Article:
Which Martial Arts Style Is Right For Me?

Karate. Taekwondo. MMA (Mixed Martial Arts). Kung Fu. Jiu Jitsu. Krav Maga. The list goes on. It seems like every day, there is a new option for martial arts training. So how can you tell which is best for you?

This is a great question which I get asked a lot. Before you can answer it, you may find it helpful to learn about the top styles. Then, you can assess what each offers and how it may fit your own goals. At the end, you will learn about the style in which I teach and train to give you the opportunity to decide if it might be right for you (And to take a class!)


The “Jello” or “Xerox” of martial arts. It’s the name which most understand as, “ah, so you kick, punch, and do other cool moves”. In truth, it is only one of many styles available around the world.

Karate began in Japan and typically encompasses both Japanese and Okinawan martial arts styles. For the former, think Samurai warriors, with their katana (swords) techniques and defined moves (with lots of armor, straight movements are easiest and most effective). Shotokan style Karate is directly descended from these traditions. It stresses hard strikes, big stances, and rigid, yet relaxed, body positions.

The martial arts of Okinawa evolved into Wado-ryu (Way of Harmony), the forefather of the style practiced at our own dojo, MuDoKai (Unlimited Way). It stresses strong techniques, but also the idea of yielding, meaning force doesn’t have to be met by force. Sometimes, a strike can be evaded or redirected, giving the defender more control over their attacker without needing equal or superior strength. Given you’re rarely attacked by someone smaller and weaker, this proves valuable as a self-defense concept. The principles of weapons such as the nunchaku, bo staff, and sai (think Teenage Mutant Ninja Turtles) fall within this style.

For the first time, Karate was an Olympic sport at Tokyo 2020.


This is a Korean martial art focused strongly on kicking techniques and speed of execution. If you recall seeing martial arts in the Olympics, this is the style of the competitors. Straight hand techniques and roundhouse kicks are its staple. It’s also common to see jumping and spinning kicks within Taekwondo. Think of the Chuck Norris knockout kick.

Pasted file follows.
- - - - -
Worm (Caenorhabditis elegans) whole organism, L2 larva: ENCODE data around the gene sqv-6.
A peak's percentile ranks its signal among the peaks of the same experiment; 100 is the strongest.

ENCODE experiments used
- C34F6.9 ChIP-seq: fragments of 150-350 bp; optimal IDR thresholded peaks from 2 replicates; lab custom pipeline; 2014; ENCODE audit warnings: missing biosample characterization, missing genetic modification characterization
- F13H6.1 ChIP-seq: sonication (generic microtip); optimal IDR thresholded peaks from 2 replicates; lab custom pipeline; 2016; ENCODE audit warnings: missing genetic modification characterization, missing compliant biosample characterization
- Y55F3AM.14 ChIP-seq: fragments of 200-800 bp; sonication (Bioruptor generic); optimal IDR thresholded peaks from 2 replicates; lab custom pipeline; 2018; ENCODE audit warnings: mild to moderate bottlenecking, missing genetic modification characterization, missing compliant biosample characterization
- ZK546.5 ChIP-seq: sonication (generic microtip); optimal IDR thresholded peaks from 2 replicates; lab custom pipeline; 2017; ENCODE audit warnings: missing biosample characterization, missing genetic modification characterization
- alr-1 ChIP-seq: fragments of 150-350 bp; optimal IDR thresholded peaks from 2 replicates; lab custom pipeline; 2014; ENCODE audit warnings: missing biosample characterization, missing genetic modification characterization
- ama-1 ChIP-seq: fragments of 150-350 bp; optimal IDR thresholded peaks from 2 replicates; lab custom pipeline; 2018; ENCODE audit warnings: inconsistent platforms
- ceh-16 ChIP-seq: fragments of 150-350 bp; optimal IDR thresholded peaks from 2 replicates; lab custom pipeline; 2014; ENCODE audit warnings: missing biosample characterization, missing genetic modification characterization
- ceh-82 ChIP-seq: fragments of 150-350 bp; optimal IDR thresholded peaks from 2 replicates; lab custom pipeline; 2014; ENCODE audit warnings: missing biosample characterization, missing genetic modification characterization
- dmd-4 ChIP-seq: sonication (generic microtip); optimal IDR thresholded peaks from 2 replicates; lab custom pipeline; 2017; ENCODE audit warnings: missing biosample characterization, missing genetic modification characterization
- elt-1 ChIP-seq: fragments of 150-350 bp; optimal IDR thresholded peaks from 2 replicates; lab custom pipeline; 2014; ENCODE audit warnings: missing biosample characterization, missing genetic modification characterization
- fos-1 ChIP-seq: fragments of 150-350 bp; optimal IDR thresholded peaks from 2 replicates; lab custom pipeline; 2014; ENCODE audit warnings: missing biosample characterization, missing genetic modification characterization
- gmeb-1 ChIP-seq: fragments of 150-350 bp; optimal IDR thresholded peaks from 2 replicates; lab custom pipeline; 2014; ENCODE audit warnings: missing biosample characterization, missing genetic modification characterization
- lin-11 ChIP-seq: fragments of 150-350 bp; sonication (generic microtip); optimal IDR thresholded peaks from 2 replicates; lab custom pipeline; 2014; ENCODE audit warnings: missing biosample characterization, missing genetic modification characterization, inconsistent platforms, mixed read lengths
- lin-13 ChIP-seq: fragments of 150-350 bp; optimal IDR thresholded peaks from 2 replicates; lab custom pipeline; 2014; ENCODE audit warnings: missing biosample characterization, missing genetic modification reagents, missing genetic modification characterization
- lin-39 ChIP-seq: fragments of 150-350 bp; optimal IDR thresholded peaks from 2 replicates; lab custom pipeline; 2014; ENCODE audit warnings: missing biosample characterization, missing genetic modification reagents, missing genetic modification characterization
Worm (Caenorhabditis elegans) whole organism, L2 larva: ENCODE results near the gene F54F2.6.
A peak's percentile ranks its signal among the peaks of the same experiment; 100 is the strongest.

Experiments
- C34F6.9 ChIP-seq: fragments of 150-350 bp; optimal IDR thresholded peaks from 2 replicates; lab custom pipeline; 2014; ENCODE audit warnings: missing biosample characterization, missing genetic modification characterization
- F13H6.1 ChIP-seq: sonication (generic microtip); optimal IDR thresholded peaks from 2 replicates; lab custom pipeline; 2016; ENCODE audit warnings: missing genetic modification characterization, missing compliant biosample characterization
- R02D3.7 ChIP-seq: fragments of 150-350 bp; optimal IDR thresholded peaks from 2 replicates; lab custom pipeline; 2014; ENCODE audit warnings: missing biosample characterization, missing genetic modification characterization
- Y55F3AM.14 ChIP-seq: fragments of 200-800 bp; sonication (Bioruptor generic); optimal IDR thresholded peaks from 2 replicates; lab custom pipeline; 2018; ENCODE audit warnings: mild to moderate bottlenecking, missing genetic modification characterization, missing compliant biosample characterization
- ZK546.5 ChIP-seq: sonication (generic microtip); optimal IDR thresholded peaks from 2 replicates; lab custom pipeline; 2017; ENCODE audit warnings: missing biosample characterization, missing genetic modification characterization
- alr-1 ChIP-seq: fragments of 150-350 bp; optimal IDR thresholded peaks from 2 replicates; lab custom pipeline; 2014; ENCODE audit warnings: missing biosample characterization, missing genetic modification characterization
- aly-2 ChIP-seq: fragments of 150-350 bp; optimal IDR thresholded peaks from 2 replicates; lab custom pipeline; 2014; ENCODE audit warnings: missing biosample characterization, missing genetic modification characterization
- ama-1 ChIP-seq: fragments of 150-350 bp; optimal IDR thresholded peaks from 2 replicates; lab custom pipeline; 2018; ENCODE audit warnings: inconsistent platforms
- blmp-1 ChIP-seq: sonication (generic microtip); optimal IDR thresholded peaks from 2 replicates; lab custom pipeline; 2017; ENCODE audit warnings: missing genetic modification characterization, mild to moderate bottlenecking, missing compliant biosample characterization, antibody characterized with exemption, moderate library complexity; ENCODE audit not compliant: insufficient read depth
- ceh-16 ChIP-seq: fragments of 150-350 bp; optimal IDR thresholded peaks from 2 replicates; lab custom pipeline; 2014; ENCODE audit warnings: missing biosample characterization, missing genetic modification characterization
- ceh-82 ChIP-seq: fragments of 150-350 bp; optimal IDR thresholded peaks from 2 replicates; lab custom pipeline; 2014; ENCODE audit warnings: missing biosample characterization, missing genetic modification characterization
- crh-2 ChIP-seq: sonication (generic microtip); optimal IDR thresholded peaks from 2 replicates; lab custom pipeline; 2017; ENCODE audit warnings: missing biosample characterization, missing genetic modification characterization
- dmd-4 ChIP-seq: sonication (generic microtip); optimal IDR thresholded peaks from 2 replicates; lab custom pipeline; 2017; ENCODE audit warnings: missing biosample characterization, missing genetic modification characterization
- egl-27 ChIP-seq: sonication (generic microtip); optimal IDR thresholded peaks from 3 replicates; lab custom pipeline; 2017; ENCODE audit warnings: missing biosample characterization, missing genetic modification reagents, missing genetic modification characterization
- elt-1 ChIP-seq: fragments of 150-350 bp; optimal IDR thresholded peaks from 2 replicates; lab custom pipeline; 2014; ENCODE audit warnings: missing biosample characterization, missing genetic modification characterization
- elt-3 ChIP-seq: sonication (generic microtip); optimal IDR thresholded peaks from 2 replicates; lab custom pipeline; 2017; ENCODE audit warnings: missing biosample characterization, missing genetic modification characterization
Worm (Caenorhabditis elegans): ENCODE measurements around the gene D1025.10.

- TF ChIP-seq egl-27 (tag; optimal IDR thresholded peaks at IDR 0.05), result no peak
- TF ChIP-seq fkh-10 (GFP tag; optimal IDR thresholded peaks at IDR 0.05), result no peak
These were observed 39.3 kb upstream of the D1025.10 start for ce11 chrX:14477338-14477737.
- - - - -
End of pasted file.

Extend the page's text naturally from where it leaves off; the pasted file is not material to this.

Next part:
MMA (Mixed Martial Arts)

In recent years, numerous “MMA gyms” opened across the country, promising to train you into a competitor, much like those seen in UFC matches. It stresses intensity of technique when within “the octogon”, what they call the competition ring. It mixes a variety of martial arts styles with the principles of boxing. This means protective gear is limited, while techniques are executed at full strength, with the goal of submitting or knocking out your opponent. Submission means placing a person into a lock wherein they cannot escape, such as an arm bar, a headlock, or other similar bind. The sport also incorporates the ground fighting of Jiu Jitsu (more on that below).

As a daily training regimen, it may put you at higher risk of injury, while also neglecting the inner development work necessary to master a martial art, placing top importance on winning the match.

Kung Fu

This is a Chinese martial art often combined with the principles of Shaolin Kung Fu, Tai Chi, and many more styles. It stresses flow of motion, circular techniques, and strong balance, as many motions are done on a single foot. Power is generated through “rooting” into the ground and generating explosive force through your body. Wherein other styles will “hit”, Chinese styles may “push” an opponent, sometimes to dramatic effect. Many practitioners train in a range of Chinese styles for the health benefits rather than self-defense (think of people doing their Tai Chi form in the park). However, Chinese boxing produces strong results when executed well, and cannot be ignored just because it’s “soft”.